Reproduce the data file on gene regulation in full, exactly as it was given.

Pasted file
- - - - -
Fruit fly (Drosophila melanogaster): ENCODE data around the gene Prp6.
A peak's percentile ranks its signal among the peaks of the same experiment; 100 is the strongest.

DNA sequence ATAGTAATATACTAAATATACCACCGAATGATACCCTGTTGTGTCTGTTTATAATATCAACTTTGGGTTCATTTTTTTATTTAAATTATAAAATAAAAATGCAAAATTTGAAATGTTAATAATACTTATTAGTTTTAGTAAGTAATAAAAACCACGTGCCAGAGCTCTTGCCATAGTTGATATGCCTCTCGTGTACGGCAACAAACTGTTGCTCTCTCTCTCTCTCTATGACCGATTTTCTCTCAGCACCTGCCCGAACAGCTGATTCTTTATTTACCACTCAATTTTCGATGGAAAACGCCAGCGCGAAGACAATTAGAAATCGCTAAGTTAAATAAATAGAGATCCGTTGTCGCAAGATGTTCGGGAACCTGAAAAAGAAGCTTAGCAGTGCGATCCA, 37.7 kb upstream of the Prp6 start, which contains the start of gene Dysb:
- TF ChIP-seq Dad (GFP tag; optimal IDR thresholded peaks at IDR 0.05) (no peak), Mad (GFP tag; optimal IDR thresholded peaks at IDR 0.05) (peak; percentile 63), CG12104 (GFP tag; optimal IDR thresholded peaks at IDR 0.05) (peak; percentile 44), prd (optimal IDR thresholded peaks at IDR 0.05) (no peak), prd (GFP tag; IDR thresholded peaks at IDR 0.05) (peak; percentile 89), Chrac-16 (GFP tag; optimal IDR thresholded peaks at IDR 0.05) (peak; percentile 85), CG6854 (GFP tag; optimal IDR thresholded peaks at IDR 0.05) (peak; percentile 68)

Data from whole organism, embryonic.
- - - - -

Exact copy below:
Fruit fly (Drosophila melanogaster): ENCODE data around the gene Prp6.
A peak's percentile ranks its signal among the peaks of the same experiment; 100 is the strongest.

DNA sequence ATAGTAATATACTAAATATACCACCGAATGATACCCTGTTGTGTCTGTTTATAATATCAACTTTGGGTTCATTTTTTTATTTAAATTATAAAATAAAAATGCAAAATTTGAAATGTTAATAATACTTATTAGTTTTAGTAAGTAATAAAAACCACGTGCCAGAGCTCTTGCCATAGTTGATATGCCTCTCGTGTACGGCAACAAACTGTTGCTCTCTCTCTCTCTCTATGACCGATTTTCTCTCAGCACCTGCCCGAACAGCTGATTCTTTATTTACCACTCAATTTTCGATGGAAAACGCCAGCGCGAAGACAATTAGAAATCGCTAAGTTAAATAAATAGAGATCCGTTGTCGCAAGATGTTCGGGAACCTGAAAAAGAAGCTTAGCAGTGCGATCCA, 37.7 kb upstream of the Prp6 start, which contains the start of gene Dysb:
- TF ChIP-seq Dad (GFP tag; optimal IDR thresholded peaks at IDR 0.05) (no peak), Mad (GFP tag; optimal IDR thresholded peaks at IDR 0.05) (peak; percentile 63), CG12104 (GFP tag; optimal IDR thresholded peaks at IDR 0.05) (peak; percentile 44), prd (optimal IDR thresholded peaks at IDR 0.05) (no peak), prd (GFP tag; IDR thresholded peaks at IDR 0.05) (peak; percentile 89), Chrac-16 (GFP tag; optimal IDR thresholded peaks at IDR 0.05) (peak; percentile 85), CG6854 (GFP tag; optimal IDR thresholded peaks at IDR 0.05) (peak; percentile 68)

Data from whole organism, embryonic.